It was a month before Christmas, and Nia Jax had just punched Becky Lynch in the face.
Everything in the world of professional wrestling is supposed to look real. The whole point is to make the audience suspend their disbelief long enough to buy into a storyline.
That's the magic of good pro wrestling: We know what we're seeing, yet we still question it. But then there are the moments that are indisputably real.
Lynch—a veteran wrestler who recently experienced a meteoric rise to the top of WWE after christening herself "The Man"—had joined her SmackDown teammates to "invade" WWE's Raw show on Nov. 12. They were there to hype the upcoming Survivor Series matches between the WWE's Raw and SmackDown brands.
Jax had her back to the corner of the ring when Lynch approached her. Jax swung a right hand toward Lynch's face. The WWE's main broadcast angle made it look like the punch missed entirely. But one look at Lynch told a different story: Blood was pouring out of her broken nose and covering her blue SmackDown shirt.
Jax quickly headed backstage. Her first stop was to check in on Lynch to make sure she was OK. Lynch assured her she was fine. Jax then sought out Vince McMahon to make sure the boss was comfortable with what had just happened. He was.
Jax retreated into herself that night. It's what she tends to do in big moments or before big performances; she becomes self-reflective, quiet and withdrawn. As she reflected on what happened hours earlier in the ring and got a taste of the hatred fans were sending her way on social media for punching Lynch, she realized something important.
What happened next could be good or bad for her career. But it was an opportunity.
Long before the world knew her as Nia Jax, Savelina Fanene was born on May 29, 1984, in Sydney, Australia. Her family moved to Hawaii shortly after, where Jax and her cousins would play games in lush green fields until the sun came down.
When she was five or six years old, Jax discovered an old newspaper clipping on her dad's bedroom nightstand. She picked it up and looked at the photograph on the newsprint: It was her father's cousin Peter Maivia, the famous "High Chief" wrestler and patriarch of the legendary Anoa'i pro wrestling family Jax and her cousin Dwayne "The Rock" Johnson were part of.
In the photo, Maivia was covered in so much blood that his hair was drenched in it. But he was grinning ear to ear, and he was holding a bright championship belt.
"He had this big smile on his face," Jax says. "I thought it was one of the coolest things I'd ever seen."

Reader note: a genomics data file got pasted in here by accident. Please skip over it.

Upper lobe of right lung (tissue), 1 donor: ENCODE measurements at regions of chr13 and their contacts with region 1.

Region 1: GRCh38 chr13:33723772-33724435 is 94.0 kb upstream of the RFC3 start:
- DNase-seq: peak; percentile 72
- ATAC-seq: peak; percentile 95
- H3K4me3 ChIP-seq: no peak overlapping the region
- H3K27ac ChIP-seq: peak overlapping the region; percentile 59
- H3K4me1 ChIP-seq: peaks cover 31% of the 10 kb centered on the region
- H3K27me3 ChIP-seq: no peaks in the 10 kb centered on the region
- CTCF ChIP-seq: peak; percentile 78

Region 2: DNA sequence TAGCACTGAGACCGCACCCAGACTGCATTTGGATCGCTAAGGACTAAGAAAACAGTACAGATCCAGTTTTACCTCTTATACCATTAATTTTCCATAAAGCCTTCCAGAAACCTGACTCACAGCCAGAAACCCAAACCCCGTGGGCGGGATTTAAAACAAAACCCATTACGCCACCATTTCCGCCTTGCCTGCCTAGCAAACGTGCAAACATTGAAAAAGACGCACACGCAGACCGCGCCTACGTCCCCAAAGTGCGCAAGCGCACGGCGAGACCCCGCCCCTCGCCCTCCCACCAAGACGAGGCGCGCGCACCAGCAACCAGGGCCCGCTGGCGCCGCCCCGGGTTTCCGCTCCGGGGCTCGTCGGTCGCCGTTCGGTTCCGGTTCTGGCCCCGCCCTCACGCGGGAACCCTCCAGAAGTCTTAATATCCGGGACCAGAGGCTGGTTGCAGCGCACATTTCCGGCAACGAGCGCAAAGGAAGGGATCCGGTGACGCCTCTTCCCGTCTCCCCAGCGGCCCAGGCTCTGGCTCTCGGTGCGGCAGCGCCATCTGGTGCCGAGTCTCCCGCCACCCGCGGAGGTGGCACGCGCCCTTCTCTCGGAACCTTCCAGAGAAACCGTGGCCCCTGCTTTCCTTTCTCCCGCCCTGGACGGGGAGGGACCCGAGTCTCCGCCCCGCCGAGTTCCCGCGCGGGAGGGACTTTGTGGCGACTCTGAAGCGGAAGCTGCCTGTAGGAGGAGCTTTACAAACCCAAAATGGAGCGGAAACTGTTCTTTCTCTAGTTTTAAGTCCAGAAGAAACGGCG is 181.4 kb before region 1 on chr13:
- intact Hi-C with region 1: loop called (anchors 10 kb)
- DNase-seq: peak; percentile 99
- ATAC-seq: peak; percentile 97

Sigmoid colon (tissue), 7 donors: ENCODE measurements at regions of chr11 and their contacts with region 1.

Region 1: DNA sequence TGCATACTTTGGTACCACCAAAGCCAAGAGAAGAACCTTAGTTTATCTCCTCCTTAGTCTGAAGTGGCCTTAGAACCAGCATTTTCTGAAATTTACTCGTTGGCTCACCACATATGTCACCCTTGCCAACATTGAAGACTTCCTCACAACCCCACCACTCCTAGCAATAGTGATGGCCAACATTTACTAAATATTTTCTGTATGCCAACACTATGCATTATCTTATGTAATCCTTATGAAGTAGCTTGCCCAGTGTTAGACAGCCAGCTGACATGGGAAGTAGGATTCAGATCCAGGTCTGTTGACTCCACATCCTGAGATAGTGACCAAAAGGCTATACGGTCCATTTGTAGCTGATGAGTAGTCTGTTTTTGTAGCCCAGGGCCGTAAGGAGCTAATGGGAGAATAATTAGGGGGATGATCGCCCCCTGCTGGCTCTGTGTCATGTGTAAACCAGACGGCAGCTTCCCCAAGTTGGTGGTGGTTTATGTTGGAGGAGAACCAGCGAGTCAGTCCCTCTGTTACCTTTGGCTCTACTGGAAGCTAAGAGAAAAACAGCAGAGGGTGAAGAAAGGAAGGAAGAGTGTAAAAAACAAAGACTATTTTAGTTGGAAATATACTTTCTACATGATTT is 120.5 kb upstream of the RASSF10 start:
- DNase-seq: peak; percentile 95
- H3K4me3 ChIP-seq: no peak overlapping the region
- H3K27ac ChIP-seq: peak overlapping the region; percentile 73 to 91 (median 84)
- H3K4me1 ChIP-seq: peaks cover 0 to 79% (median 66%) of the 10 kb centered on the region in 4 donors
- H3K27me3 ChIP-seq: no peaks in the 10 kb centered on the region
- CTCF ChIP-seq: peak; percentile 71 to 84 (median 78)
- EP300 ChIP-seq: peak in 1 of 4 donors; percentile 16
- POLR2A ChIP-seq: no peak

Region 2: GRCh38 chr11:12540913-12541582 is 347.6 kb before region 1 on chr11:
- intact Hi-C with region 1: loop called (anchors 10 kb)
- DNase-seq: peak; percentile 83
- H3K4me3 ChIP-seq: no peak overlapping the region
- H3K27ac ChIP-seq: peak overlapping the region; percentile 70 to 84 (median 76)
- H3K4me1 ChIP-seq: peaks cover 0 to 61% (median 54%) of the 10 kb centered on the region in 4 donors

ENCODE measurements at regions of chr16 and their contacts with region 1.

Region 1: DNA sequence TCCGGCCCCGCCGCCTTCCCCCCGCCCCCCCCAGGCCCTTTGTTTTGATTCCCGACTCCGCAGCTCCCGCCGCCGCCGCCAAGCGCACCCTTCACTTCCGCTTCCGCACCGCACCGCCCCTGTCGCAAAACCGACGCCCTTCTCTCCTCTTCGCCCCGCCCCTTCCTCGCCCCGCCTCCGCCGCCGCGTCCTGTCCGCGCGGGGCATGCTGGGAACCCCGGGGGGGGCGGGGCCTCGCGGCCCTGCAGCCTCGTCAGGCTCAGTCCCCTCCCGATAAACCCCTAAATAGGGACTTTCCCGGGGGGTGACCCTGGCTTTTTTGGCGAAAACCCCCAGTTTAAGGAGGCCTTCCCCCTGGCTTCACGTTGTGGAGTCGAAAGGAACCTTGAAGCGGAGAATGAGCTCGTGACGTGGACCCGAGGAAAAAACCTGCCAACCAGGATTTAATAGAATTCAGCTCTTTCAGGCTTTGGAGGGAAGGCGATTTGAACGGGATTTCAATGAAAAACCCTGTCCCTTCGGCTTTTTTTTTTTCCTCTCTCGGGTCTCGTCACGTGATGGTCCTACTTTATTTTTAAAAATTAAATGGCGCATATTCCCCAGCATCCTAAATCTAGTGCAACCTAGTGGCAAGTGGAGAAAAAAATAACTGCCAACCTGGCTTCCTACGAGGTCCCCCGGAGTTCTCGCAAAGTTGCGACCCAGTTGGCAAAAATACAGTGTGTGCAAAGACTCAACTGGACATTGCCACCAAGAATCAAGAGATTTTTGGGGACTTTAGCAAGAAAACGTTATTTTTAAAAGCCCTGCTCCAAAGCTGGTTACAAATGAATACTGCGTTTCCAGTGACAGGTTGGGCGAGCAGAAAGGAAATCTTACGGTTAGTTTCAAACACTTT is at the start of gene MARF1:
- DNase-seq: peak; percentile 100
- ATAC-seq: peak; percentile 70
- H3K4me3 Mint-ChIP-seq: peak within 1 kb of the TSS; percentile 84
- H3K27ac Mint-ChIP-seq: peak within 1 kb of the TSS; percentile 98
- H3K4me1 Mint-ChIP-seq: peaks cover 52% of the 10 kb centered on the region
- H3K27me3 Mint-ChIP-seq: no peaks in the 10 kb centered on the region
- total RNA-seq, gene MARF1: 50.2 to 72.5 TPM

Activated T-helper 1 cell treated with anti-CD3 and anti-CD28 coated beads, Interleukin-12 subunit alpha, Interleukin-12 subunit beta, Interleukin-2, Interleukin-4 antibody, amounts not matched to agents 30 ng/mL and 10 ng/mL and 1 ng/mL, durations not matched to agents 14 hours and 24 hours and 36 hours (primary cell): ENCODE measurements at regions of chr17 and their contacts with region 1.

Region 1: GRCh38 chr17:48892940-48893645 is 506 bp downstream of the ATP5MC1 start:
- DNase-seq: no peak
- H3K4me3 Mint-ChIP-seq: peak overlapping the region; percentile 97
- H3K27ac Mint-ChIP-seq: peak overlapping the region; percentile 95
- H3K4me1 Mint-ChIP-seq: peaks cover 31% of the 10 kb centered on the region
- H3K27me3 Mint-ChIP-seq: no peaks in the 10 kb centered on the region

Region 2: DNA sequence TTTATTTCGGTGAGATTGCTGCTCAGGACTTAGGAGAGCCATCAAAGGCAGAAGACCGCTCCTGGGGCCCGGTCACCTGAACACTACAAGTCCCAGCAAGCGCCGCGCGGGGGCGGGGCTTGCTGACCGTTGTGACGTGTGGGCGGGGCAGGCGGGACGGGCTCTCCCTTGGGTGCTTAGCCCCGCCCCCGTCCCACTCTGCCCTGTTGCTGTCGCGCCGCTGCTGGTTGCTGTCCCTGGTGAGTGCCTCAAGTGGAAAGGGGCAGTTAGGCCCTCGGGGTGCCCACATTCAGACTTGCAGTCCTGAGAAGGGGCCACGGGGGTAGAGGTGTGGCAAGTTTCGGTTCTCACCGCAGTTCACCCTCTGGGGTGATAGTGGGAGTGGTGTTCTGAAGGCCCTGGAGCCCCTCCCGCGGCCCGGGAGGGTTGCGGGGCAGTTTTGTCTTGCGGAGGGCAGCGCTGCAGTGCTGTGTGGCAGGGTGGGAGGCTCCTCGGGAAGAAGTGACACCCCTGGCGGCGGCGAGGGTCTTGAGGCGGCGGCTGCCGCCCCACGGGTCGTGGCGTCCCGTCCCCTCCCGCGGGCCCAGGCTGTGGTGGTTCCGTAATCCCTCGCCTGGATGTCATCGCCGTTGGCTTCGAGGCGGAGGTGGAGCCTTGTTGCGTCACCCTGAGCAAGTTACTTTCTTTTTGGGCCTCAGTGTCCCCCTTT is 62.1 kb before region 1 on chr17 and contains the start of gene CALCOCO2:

Her father, Joseph Fanene, discovered Jax staring at the newspaper and reassured her that Maivia wasn't hurt. "He's OK, Bubby Girl," he told her, using the moniker he'd given her. "It's OK. He's not hurt."
Jax wasn't sure. After all, Maivia was covered in blood. How could he be OK?
"That was my first experience with wrestling and with our family legacy," she says. But unlike others in her family—and in other families with histories in professional wrestling—Jax had no intention of becoming a professional wrestler. Not back then, anyway. She was an athlete, and her sport was basketball. She wanted to play in the WNBA.
After a few years in Hawaii, Jax's family moved to Carlsbad, California, a small but growing town north of Los Angeles. When she was 18, a modeling agent saw her at an "air band" performance—think of it as a lip sync battle on steroids—and a few days later asked her if she had ever considered modeling. She hadn't, but she approached her father to discuss the opportunity. "Go for it, Bubby Girl," he said.
Jax signed a modeling contract with Wilhelmina International Inc., one of the top agencies in the world. She moved to New York and began her modeling career, but after a short time, she started to miss athletics. She moved back to California and enrolled at Palomar College in San Diego, where she played basketball. She played two solid seasons before being offered another scholarship, this time at Cal State San Bernardino.
The offer brought Jax to a fork in the road. She'd had surgery to repair her knees three times. Maybe basketball wasn't her future.
"I think the Lord was trying to tell me something," Jax says.
She enrolled at Cal State San Marcos instead and finished her business degree while continuing to model on the side.
Then, as if by fate, she found her way into the family business.
Jax was attending WrestleMania 28 with her aunt when she had a revelation: This was something she could do. With her family’s encouragement, Jax signed up at a wrestling school—the same school where her cousin Dwayne had originally trained—and quickly discovered that she had an aptitude for professional wrestling. After just a few days of training, she was tops in her class.
On May 7, 2014, Jax signed with World Wrestling Entertainment and reported to the WWE Performance Center in Orlando, Florida.
Her first day at her new job was surreal; in her class was Finn Balor, who had enormous success as Prince Devitt in Japan before signing with WWE, and Dash Wilder, who is now half of the popular tag team The Revival.
New signees at the performance center are not allowed to even get in a ring for at least the first month after they arrive. There's a lot of physical training and discussions about pro wrestling and psychology, but you don't set foot in a ring until they believe you are ready.
Just as Jax was about to start actually practicing professional wrestling, she and her aunt Ata Maivia Johnson—The Rock's mother—were involved in a serious car crash in August 2014. Jax's injuries sidelined her for months, but she returned to training in early 2015.
Four months later, she was told she'd be making her in-ring debut.
"I was like, 'What? It's only been four months of training,'" Jax says. "'What is going on here?'"
But she had immense faith in Sara Amato, a veteran wrestler who trains new female signees at the performance center, and decided to listen when Amato gave her a pep talk.